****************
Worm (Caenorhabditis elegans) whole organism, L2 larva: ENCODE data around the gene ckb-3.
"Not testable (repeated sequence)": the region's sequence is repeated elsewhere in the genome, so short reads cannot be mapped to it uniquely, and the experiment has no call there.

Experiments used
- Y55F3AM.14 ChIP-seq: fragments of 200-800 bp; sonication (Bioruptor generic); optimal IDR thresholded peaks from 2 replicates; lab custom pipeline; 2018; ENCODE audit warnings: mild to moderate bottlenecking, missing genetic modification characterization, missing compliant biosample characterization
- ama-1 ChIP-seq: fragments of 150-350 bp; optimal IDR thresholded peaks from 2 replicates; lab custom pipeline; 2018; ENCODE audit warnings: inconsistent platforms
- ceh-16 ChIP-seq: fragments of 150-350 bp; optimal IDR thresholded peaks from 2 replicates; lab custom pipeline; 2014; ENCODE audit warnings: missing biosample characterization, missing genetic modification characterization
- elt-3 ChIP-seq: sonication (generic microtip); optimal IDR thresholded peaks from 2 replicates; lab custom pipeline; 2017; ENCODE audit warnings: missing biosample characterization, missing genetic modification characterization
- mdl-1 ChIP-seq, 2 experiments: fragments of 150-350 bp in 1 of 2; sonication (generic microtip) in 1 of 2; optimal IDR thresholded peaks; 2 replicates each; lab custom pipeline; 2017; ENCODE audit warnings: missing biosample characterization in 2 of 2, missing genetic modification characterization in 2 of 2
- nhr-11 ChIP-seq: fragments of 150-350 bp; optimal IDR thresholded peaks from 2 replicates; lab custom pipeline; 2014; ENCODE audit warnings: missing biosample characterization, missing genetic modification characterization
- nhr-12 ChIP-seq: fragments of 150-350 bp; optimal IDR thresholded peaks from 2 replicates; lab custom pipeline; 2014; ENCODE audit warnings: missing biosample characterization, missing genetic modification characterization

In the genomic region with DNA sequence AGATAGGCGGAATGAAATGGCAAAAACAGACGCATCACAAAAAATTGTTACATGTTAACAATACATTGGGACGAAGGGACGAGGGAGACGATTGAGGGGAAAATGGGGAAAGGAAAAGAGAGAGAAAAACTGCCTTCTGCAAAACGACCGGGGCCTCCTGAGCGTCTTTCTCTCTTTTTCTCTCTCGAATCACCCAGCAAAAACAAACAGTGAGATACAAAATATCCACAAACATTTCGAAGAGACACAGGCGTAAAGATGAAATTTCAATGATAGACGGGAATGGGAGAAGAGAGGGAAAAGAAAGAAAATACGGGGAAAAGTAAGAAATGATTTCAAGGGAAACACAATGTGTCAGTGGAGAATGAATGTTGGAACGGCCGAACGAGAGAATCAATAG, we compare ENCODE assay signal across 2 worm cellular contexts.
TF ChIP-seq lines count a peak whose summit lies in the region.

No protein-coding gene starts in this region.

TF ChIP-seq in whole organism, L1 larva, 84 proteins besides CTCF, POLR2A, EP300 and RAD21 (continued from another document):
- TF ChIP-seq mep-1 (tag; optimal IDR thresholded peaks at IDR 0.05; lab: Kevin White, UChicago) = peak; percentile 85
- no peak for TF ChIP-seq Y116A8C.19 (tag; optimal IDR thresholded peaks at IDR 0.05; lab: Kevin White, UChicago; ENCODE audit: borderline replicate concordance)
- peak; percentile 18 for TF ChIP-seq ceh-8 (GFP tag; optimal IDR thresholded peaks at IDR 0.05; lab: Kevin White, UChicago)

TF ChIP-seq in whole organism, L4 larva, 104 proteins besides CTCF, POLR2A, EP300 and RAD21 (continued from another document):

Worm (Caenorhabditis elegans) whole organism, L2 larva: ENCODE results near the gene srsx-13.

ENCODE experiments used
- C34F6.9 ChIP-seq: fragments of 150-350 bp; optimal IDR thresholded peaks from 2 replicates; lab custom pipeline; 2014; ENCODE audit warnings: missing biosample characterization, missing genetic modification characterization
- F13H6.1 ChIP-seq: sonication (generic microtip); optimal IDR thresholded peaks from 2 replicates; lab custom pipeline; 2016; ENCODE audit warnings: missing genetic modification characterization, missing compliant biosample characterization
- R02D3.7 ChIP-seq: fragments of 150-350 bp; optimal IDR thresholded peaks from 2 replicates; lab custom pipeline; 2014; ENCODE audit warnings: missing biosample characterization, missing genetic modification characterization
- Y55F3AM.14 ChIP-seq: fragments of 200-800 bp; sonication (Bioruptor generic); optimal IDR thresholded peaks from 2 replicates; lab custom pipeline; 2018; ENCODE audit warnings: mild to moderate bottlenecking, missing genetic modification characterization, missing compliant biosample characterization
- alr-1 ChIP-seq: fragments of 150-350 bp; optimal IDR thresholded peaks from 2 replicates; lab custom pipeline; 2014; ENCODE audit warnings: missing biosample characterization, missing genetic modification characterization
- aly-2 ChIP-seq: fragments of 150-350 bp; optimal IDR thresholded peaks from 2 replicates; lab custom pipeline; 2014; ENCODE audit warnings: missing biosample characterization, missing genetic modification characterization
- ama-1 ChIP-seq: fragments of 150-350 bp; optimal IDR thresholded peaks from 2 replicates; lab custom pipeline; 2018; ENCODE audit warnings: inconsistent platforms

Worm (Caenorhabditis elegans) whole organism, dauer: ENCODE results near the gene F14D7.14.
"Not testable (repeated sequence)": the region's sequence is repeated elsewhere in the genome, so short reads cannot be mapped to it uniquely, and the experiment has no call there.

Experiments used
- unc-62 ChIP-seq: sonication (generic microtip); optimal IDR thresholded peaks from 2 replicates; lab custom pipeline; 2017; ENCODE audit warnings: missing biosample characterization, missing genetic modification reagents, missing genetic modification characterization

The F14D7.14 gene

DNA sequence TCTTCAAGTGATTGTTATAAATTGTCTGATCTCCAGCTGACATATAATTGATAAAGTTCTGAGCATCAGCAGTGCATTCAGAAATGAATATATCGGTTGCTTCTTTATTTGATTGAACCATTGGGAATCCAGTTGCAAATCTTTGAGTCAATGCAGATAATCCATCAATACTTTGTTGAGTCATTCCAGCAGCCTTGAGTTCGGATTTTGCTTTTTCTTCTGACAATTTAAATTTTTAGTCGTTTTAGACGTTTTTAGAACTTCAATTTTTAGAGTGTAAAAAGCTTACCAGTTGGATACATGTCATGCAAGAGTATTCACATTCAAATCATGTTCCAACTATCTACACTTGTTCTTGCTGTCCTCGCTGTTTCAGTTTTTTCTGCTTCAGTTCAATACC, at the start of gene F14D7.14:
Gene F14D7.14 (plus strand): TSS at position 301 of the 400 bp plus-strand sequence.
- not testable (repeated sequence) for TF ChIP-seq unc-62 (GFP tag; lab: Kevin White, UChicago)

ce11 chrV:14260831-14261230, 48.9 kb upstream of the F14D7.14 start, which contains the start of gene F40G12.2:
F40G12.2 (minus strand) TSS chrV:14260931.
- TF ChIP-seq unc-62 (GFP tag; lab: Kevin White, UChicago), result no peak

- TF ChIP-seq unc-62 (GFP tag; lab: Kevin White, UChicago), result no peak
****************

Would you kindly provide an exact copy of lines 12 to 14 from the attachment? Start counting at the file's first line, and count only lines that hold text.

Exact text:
TF ChIP-seq lines count a peak whose summit lies in the region.

No protein-coding gene starts in this region.

TF ChIP-seq in whole organism, L1 larva, 84 proteins besides CTCF, POLR2A, EP300 and RAD21 (continued from another document):